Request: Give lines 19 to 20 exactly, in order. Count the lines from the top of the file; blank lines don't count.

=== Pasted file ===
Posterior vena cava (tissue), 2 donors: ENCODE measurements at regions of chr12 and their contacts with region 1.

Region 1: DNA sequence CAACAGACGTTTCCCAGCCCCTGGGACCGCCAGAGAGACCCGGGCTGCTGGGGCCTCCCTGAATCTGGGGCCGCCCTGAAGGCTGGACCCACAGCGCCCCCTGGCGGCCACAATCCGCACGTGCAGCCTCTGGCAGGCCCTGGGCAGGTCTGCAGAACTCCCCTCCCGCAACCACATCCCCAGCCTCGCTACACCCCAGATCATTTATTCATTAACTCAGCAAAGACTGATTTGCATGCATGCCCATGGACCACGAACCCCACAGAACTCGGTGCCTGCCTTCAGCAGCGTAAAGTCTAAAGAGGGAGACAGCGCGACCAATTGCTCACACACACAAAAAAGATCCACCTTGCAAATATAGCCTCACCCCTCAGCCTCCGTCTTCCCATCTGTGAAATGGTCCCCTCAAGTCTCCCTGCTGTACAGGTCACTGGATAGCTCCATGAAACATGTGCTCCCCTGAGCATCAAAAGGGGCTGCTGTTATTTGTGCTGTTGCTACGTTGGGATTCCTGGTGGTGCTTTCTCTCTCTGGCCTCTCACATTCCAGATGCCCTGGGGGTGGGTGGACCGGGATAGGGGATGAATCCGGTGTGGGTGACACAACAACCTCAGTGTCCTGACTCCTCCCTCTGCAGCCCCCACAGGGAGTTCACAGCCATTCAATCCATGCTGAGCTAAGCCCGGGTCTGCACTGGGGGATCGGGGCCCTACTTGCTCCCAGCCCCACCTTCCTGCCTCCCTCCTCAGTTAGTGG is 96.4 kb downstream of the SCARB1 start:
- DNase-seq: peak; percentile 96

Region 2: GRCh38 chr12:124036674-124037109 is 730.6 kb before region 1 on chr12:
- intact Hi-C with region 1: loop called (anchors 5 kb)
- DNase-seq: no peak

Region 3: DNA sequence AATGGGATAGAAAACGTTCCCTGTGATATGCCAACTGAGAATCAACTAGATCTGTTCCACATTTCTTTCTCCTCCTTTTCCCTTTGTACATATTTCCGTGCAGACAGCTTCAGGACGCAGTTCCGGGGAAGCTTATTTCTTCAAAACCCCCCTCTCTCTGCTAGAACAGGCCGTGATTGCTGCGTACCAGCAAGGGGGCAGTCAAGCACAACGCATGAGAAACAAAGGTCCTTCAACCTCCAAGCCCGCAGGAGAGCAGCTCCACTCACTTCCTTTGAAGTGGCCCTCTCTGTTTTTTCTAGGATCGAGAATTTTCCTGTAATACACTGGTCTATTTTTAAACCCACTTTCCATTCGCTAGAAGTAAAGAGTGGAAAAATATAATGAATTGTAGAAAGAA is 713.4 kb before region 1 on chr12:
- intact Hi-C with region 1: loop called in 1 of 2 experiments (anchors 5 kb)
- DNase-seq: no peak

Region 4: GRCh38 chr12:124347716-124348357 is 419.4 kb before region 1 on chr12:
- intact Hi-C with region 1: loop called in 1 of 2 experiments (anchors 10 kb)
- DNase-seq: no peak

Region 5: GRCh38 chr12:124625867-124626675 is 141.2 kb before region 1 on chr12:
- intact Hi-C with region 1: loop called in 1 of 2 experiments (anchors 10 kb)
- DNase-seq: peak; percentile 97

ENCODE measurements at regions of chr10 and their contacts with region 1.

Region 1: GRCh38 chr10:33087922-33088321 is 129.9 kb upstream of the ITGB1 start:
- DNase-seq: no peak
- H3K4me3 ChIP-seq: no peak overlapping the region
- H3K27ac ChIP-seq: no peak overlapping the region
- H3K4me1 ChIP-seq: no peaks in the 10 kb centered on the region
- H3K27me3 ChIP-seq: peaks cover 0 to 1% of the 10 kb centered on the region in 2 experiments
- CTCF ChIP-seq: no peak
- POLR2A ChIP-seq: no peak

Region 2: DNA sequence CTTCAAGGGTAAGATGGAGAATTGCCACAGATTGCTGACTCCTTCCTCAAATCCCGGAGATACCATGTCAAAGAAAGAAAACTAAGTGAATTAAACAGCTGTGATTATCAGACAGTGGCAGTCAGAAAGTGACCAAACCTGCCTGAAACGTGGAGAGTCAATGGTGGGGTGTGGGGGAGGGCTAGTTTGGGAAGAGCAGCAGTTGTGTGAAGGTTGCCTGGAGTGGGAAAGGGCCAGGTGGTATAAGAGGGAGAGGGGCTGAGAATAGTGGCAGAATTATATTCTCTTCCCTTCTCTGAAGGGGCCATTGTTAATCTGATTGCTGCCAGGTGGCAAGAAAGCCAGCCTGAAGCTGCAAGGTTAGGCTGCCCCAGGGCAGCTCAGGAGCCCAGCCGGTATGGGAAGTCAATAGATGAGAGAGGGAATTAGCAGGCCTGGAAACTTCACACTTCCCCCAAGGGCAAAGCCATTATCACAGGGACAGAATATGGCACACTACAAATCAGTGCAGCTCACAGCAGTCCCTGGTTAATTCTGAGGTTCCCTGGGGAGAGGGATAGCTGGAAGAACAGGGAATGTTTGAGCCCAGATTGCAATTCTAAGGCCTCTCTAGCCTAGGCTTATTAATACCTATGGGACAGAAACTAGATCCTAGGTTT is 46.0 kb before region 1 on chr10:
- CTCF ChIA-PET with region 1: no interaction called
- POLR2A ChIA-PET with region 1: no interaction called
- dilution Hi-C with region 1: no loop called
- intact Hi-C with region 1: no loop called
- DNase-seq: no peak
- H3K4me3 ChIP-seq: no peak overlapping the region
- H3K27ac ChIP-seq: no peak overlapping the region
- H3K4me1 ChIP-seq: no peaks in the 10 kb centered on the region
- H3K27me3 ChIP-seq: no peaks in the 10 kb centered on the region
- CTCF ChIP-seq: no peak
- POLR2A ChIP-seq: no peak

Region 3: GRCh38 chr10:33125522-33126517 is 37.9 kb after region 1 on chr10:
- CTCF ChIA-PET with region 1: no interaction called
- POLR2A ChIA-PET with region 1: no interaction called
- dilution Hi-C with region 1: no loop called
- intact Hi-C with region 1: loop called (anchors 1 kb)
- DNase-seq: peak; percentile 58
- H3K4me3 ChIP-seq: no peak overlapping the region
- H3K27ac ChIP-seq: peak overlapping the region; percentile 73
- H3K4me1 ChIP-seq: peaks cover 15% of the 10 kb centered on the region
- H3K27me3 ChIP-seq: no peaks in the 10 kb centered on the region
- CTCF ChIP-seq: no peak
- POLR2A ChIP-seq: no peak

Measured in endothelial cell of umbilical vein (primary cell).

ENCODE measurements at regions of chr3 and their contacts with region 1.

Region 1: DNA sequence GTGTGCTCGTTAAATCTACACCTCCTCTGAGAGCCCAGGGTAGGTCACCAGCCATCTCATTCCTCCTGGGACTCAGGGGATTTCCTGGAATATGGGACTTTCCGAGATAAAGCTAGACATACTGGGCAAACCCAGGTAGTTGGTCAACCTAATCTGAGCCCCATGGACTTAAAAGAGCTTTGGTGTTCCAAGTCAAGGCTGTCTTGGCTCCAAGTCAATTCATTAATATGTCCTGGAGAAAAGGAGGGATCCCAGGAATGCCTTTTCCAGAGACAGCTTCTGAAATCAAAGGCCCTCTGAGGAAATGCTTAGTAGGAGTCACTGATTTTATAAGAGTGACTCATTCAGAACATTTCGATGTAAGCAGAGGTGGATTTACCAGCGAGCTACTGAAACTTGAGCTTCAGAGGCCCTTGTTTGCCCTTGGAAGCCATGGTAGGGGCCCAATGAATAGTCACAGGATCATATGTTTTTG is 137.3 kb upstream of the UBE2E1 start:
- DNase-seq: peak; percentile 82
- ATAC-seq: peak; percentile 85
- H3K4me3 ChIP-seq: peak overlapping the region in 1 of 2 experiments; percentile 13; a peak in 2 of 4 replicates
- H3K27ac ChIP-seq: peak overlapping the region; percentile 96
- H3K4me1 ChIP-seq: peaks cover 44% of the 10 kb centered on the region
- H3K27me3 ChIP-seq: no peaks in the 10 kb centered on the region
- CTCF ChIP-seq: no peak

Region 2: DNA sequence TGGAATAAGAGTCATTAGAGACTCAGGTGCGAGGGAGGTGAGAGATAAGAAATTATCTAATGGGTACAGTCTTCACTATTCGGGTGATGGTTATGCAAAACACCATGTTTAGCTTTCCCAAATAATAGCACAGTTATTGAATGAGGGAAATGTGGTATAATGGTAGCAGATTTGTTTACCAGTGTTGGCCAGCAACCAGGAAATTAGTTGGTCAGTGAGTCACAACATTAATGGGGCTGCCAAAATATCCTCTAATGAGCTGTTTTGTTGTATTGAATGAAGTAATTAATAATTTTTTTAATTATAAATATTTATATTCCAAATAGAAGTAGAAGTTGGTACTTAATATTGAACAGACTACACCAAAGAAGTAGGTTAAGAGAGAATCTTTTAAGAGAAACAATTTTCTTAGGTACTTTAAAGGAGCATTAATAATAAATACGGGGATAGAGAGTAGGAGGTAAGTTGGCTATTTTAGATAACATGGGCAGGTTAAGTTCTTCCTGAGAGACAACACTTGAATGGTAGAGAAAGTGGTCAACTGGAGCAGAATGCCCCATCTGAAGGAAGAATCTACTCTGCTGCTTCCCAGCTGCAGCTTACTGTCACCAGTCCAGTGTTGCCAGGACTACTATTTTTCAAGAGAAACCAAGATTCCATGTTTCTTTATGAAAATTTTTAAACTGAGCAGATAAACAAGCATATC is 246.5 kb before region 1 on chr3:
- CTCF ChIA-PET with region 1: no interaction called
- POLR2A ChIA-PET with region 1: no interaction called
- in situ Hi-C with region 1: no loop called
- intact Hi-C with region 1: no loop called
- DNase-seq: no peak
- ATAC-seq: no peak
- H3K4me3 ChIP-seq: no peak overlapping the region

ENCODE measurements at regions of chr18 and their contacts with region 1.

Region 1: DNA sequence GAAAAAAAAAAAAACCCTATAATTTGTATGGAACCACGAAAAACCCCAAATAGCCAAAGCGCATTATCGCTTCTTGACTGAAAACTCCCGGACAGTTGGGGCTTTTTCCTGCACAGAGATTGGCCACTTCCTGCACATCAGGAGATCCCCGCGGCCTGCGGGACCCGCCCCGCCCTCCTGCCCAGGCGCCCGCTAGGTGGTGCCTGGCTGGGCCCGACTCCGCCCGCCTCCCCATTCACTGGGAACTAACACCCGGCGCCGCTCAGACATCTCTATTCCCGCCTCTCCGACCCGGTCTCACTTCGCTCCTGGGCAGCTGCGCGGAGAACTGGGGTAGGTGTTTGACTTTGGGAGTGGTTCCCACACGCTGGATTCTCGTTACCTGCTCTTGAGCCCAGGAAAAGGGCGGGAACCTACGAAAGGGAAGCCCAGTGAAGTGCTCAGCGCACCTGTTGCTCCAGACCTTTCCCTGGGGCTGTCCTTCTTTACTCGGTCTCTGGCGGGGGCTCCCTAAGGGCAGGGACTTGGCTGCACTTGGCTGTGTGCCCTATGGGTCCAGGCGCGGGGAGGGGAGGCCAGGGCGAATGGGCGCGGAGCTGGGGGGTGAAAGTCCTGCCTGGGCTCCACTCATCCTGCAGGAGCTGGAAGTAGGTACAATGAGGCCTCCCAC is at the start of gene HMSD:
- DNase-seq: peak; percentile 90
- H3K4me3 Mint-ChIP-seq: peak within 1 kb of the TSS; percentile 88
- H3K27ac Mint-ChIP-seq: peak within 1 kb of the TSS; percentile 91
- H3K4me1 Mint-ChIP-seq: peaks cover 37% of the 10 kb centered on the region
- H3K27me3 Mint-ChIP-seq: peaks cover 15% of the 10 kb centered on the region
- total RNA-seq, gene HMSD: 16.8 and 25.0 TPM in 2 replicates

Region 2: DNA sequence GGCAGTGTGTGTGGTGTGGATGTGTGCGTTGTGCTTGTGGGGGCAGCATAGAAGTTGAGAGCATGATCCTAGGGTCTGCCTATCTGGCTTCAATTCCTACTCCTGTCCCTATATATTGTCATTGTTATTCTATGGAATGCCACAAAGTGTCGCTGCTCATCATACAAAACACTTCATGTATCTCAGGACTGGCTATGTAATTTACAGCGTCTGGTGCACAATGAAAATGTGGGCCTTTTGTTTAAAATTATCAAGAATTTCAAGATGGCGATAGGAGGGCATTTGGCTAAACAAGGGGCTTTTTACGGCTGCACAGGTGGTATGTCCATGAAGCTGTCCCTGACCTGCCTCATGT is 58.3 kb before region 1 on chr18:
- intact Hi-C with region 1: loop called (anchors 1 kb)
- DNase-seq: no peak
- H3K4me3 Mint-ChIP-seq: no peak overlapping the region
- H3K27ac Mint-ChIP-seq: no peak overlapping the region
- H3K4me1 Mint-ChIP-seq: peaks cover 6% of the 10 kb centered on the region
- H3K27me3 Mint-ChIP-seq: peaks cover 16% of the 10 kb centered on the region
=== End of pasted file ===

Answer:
- H3K4me3 ChIP-seq: no peak overlapping the region
- H3K27ac ChIP-seq: no peak overlapping the region